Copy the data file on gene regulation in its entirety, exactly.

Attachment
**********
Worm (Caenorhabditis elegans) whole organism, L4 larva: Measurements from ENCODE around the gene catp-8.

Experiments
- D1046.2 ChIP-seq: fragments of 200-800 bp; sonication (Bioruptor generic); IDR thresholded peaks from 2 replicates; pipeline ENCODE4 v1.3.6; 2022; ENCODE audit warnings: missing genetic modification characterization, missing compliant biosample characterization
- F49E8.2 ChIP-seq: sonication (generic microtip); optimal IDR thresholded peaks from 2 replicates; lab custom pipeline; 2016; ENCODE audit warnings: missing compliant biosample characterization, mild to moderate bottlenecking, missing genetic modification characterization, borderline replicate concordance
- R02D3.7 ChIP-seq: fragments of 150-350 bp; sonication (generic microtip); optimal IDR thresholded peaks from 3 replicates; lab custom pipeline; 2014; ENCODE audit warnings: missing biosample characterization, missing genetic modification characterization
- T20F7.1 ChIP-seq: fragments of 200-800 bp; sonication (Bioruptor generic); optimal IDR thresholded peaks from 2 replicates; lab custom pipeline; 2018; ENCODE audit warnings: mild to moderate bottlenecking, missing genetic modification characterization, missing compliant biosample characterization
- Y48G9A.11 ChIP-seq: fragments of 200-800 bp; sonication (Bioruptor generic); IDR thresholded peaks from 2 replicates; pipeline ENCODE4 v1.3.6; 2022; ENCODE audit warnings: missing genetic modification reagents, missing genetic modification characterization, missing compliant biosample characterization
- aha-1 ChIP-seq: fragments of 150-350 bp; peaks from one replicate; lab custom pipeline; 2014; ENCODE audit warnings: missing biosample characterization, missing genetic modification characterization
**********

Worm (Caenorhabditis elegans) whole organism, L4 larva: Measurements from ENCODE around the gene catp-8.

Experiments
- D1046.2 ChIP-seq: fragments of 200-800 bp; sonication (Bioruptor generic); IDR thresholded peaks from 2 replicates; pipeline ENCODE4 v1.3.6; 2022; ENCODE audit warnings: missing genetic modification characterization, missing compliant biosample characterization
- F49E8.2 ChIP-seq: sonication (generic microtip); optimal IDR thresholded peaks from 2 replicates; lab custom pipeline; 2016; ENCODE audit warnings: missing compliant biosample characterization, mild to moderate bottlenecking, missing genetic modification characterization, borderline replicate concordance
- R02D3.7 ChIP-seq: fragments of 150-350 bp; sonication (generic microtip); optimal IDR thresholded peaks from 3 replicates; lab custom pipeline; 2014; ENCODE audit warnings: missing biosample characterization, missing genetic modification characterization
- T20F7.1 ChIP-seq: fragments of 200-800 bp; sonication (Bioruptor generic); optimal IDR thresholded peaks from 2 replicates; lab custom pipeline; 2018; ENCODE audit warnings: mild to moderate bottlenecking, missing genetic modification characterization, missing compliant biosample characterization
- Y48G9A.11 ChIP-seq: fragments of 200-800 bp; sonication (Bioruptor generic); IDR thresholded peaks from 2 replicates; pipeline ENCODE4 v1.3.6; 2022; ENCODE audit warnings: missing genetic modification reagents, missing genetic modification characterization, missing compliant biosample characterization
- aha-1 ChIP-seq: fragments of 150-350 bp; peaks from one replicate; lab custom pipeline; 2014; ENCODE audit warnings: missing biosample characterization, missing genetic modification characterization